It’s all about practice and adjustment. Much of this information came from here, and I can vouch for more success (sadly,not perfection) using these techniques.

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All traditionally made cheeses (not “cheese food” or pasteurized processed cheeses like American slices or American cheddar that you find in the grocery store) contain enzymes and bacteria that impact the texture and flavor over time. Cheese makers call this “ripening”. The amount of impact that you notice depends on a number of variables…type of cheese, age, storage conditions (temperature, humidity…), and packaging, to name a few. It’s more obvious, and a quicker process in softer cheeses, but it also happens in hard cheeses. Storing cheese in a typical refrigerator drastically slows the ripening process, as it is typically too cold, and much too dry to promote ripening. However, with a few modifications, you can fairly easily create the correct conditions at home if you want to build a ripening “cellar”. Most cheese makers will have a perfect ripeness in mind for a given cheese, but most are edible well before and well after this ideal state. Aromas of ammonia, or a rotting rind are signs that a cheese is well past its prime.

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Short question (TL;DR)

Is it possible to heat part baked baguettes (or part baked bread in general) in the oven, but keeping it inside a pyrex container with a lid? If yes, is there any change in baking time? (without the lid it would be 8-10 minutes) Would the baguette taste differently or would it be less crispy if baked like this?

I provide details and also motivation below (just to anticipate questions like “why don’t you bake it normally?”).

Details and motivation

Because of hygienic and health reasons I would prefer to put only containers with a lid in the oven, as the previous flatmates misused it and now even after professional cleaning there are still traces of potentially toxic black dust and I don’t want it to fly over my food when heating it.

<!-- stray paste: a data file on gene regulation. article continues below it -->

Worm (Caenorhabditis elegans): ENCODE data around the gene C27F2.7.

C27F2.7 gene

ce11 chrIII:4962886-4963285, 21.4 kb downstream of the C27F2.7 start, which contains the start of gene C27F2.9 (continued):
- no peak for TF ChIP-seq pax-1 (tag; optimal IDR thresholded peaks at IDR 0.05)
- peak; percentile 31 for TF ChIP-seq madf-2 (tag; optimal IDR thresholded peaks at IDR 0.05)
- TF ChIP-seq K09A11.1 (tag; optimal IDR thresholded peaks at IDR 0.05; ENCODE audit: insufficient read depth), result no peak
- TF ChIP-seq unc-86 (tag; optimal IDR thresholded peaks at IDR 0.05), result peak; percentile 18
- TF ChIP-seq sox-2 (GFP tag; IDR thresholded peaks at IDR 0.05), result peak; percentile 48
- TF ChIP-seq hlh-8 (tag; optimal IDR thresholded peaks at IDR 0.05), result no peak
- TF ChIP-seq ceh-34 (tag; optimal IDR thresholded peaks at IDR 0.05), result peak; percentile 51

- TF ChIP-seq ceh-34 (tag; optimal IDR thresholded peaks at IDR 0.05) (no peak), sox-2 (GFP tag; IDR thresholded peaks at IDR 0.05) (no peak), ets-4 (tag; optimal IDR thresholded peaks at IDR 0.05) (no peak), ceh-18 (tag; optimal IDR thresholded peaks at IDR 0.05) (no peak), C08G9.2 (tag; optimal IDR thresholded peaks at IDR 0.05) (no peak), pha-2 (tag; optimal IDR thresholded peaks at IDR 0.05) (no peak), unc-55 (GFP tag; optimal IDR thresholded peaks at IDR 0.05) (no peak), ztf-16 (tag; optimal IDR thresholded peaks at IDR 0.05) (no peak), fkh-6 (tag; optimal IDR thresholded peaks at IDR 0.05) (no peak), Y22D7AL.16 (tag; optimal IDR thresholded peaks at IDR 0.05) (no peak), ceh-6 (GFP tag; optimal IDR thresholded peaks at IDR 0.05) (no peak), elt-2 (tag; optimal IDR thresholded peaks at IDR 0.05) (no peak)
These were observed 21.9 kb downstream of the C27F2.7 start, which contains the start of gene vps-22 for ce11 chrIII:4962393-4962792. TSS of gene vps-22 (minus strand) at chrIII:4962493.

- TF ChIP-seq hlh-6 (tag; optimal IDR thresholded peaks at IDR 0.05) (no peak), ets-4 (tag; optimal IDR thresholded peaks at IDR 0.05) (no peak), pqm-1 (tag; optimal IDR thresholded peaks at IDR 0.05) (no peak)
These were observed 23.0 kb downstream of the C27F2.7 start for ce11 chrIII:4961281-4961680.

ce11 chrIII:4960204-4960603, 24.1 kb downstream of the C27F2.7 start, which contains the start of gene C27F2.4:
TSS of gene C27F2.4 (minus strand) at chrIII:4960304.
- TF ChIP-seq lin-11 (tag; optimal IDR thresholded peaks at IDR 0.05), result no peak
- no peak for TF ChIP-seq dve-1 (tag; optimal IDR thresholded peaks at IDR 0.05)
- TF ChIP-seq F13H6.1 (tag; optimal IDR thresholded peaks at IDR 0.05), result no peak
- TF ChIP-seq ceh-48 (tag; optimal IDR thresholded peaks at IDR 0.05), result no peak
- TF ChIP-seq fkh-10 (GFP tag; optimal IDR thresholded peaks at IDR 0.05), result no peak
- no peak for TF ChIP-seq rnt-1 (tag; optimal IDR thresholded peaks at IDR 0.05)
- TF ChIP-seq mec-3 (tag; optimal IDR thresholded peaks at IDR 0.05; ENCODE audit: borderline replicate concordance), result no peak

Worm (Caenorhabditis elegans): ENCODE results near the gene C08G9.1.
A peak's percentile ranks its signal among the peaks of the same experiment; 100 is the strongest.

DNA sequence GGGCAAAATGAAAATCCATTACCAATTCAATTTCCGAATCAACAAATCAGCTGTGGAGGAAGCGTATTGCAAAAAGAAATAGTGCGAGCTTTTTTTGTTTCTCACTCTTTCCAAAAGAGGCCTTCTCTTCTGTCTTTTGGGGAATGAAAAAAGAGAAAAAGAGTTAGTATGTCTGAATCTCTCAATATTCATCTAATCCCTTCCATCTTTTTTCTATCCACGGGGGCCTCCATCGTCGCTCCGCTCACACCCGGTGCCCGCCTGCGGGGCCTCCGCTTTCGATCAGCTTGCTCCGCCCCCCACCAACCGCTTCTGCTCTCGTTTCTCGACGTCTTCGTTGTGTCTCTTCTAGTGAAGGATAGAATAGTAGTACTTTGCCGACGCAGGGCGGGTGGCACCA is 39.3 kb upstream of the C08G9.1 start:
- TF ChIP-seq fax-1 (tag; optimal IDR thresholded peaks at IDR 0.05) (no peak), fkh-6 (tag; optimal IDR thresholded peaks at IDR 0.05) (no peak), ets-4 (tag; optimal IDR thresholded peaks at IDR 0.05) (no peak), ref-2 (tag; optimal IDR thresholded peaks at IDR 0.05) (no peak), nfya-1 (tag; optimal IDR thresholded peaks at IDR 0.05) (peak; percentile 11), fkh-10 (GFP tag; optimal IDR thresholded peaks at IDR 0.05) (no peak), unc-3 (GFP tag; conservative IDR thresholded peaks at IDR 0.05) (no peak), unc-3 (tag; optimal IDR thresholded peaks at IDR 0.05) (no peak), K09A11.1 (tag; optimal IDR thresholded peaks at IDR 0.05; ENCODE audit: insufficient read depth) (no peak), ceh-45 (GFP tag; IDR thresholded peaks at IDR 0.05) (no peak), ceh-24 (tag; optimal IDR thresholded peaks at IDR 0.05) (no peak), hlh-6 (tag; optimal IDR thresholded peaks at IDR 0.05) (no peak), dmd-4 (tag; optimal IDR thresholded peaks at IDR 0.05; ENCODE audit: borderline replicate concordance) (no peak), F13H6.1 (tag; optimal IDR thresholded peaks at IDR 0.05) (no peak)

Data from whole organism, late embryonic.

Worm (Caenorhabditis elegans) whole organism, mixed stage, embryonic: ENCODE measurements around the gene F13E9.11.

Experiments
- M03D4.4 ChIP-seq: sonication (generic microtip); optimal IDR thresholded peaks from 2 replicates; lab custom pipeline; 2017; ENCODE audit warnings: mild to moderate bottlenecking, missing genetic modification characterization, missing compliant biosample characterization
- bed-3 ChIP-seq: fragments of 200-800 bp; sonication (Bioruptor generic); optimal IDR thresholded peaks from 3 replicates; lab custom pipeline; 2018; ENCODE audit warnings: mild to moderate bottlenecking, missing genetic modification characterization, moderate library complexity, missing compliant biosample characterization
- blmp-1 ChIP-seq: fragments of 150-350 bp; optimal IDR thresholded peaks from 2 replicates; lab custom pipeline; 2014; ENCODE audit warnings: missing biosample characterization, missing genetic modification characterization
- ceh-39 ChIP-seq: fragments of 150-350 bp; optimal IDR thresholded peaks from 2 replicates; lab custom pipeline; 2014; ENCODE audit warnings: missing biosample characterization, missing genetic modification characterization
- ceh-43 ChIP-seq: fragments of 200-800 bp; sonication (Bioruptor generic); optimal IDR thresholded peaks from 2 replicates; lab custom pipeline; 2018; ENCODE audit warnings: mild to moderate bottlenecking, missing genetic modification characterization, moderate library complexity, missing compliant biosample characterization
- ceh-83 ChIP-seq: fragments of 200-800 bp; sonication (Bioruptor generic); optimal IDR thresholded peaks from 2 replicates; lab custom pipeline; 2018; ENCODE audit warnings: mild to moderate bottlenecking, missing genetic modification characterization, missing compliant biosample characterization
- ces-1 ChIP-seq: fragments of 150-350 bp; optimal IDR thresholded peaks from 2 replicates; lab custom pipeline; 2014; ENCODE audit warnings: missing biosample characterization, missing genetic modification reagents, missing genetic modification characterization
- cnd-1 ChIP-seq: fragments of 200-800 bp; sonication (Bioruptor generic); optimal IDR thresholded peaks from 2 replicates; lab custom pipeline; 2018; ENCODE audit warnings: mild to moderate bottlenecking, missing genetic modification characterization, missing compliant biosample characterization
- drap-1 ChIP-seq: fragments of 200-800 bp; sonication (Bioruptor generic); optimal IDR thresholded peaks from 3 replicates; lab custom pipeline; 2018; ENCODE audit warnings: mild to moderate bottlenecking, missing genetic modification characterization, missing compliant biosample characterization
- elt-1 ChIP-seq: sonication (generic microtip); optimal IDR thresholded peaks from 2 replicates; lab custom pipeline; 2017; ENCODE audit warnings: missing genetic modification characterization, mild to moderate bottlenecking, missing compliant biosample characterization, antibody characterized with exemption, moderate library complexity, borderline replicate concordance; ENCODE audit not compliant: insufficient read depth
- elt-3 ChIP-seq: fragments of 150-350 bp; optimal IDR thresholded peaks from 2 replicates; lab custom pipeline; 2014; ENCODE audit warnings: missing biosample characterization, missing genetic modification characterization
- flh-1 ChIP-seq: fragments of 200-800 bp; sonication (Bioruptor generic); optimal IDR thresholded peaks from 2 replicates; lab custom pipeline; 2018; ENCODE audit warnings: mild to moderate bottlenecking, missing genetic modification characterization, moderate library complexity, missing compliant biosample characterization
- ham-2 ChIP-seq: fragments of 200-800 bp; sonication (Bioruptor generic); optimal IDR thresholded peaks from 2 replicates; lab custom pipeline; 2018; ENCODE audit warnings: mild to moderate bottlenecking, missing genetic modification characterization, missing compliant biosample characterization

But regarding part baked baguettes, there is no information on the web about whether it is possible to bake them in a lid-covered pyrex container. I also looked for more general information about baking bread in pyrex, but the existing recipes usually say to use a lid for some time and then to remove the lid and put back bread in the oven for some other time, which would not work for me.

What a part baked baguette is

@Max A part baked baguette, also known as bake-at-home baguette, is a baguette which is already partially baked but still needs further 8-10 minutes baking at home in order to taste like freshly-baked bread. It is usually very long-lasting if its package is not opened (it may last for months) and it does not need to be refrigerated.

This is an example of part baked baguettes.

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In optimal conditions, the yeast cells in bread dough can double their number in about 100 minutes to 2 hours. And by optimal, I mean like in a lab with perfect ventilation and temperature control @ 86°F/30°C . In a kitchen there are many other factors that can influence this (e.g. temperature of room, salt and sugar levels of the dough, presence of other yeasts in the air, etc…) so that 2 hour number will only go higher depending on your setup.

But if you use that 2 hour number as a guide, each halving of the yeast in the recipe will add 2 hours or more to your rise time. Note that this rule of thumb won’t work if you are looking to do a refrigerated or lower temperature rise.